powell (and pressburger)

owen

Well-known member
ok, so there's a retrospective at the NFT of (along with lindsay anderson and nic roeg) the only proper film director(s) this foul isle has ever produced. so what should i see? have already seen canterbury tale, i know where i'm going, and a matter of life and death (about 8 times in the latter case)

also general powell discussion appreciated!
 

mind_philip

saw the light
I think the opening sequence in Canterbury Tale where a hawk turns into a spitfire or similar fighter is far better than the more famous bone-to-spaceship sequence in 2001.
 

Woebot

Administrator
Staff member
ive seen practically all their films.

black narcissus is probably the one that keeps its relevance most (a post-colonial text innit)

but these are also great and i suppose it's their twee englishness that charms:

matter of life and death (david niven as bomber pilot who was supppsed to have died but the angel who was supposed to bring him to heaven fucks up. in the meantime he falls in love with a "gel", this chubby bird who could ONLY be a 1940s pin-up, she looks like a primary school teacher. and cos he's fallen in love he cant nnow be taken away. still it all hangs in the balance. cue nutty sets etc:




colonel blimp lovely technicolour romp about how the old guard in the army once had feelings. most implausible piece of propaganda ever. bit overlong.



red shoes many see this as their masterpiece. and actually owen i think you'll like it a lot. very overwrought. kind of a film opera if i remember.

i know where i'm going
romantic bizness set in mull. precursor to local hero and all that.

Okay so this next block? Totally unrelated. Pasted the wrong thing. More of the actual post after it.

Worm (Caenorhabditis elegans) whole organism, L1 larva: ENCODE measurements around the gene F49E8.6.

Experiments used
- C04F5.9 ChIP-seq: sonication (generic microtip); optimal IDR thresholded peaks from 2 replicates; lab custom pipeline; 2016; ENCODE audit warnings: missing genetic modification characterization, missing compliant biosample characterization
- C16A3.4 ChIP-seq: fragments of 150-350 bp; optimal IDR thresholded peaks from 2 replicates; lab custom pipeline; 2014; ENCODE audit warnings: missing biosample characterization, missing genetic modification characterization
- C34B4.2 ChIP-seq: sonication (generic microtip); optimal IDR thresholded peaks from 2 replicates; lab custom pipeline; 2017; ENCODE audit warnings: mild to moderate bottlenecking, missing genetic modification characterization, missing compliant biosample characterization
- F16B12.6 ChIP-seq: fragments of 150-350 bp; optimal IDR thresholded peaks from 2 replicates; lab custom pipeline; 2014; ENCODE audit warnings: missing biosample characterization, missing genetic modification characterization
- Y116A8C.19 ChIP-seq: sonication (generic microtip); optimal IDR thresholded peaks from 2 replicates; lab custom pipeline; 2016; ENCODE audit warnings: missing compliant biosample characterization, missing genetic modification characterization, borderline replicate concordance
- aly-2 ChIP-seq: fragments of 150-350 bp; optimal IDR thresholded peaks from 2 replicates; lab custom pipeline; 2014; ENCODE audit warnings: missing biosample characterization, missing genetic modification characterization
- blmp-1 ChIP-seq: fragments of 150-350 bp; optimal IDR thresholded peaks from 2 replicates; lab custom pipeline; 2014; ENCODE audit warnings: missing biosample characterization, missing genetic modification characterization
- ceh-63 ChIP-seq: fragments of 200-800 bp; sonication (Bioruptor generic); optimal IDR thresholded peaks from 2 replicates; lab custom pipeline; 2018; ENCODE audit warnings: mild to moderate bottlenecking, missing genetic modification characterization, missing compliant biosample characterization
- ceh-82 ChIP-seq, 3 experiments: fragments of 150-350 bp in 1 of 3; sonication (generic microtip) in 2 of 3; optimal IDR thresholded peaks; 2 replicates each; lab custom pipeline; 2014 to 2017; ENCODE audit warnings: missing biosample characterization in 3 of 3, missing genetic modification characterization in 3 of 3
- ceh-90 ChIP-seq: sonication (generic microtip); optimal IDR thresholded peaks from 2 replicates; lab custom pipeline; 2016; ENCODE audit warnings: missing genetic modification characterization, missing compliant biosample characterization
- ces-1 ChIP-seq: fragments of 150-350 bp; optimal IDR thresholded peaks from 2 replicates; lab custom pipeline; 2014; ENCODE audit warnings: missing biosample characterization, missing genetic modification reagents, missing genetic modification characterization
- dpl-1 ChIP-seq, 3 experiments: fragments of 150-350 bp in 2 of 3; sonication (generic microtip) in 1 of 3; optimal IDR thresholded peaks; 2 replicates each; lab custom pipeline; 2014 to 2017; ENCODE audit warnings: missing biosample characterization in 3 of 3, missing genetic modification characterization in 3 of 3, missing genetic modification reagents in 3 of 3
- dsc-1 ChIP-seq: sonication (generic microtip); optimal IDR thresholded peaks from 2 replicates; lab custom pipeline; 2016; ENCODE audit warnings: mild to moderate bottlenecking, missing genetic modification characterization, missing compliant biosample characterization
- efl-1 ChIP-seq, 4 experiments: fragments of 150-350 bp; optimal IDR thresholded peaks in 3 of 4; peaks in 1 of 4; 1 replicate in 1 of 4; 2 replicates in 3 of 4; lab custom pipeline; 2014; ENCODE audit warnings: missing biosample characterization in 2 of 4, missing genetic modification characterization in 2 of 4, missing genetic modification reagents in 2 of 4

all the above from their "classic period" of the 1940s.

peeping tom much later (1960) powell on his own but really "important" for the kitchen sink lot and kind of fascinating.



asonished to see just how many they made
 

Diggedy Derek

Stray Dog
Great post, although I'm not sure Peeping Tom was important for the Kitchen Sink lot. Indeed P&P are generally seen as diametrically opposed to British realist drama- they use colour and studios extensively for a start, but their general flights-of-fantasy aesthetic is miles away from the proverbial kitchen sink.

I love Peeping Tom, that's a film that (as per comments above) feels wholly unreal to start with, and there's something ridiculous about the posh british voices, but an extraordinarily dark and troubling film.
 

henrymiller

Well-known member
probably perversely, i think i prefer their b/w work: 'the spy in black', 'canterbury tale', and especially 'the small back room'. 'peeping tom' was hated on, not least by the kitchen sink brigade.
 

jed_

Well-known member
I'm Not sure if this is only on in Scotland - check your local TV Listings.


SUNDAY 14 AUGUST


ArtWorks Scotland

10:00pm - 10:30pm

BBC2 Scotland



Michael Powell

Series focusing on contemporary Scottish art. As the Edinburgh Film Festival prepares to celebrate the centenary of Michael Powell's birth, filmmakers as diverse as Martin Scorsese, Alan Parker, George Romero, Baz Luhrmann and Bertrand Tavernier line up to celebrate his work and pick up their favourite moments from an amazing career which includes the films The Red Shoes, Black Narcissus and Peeping Tom.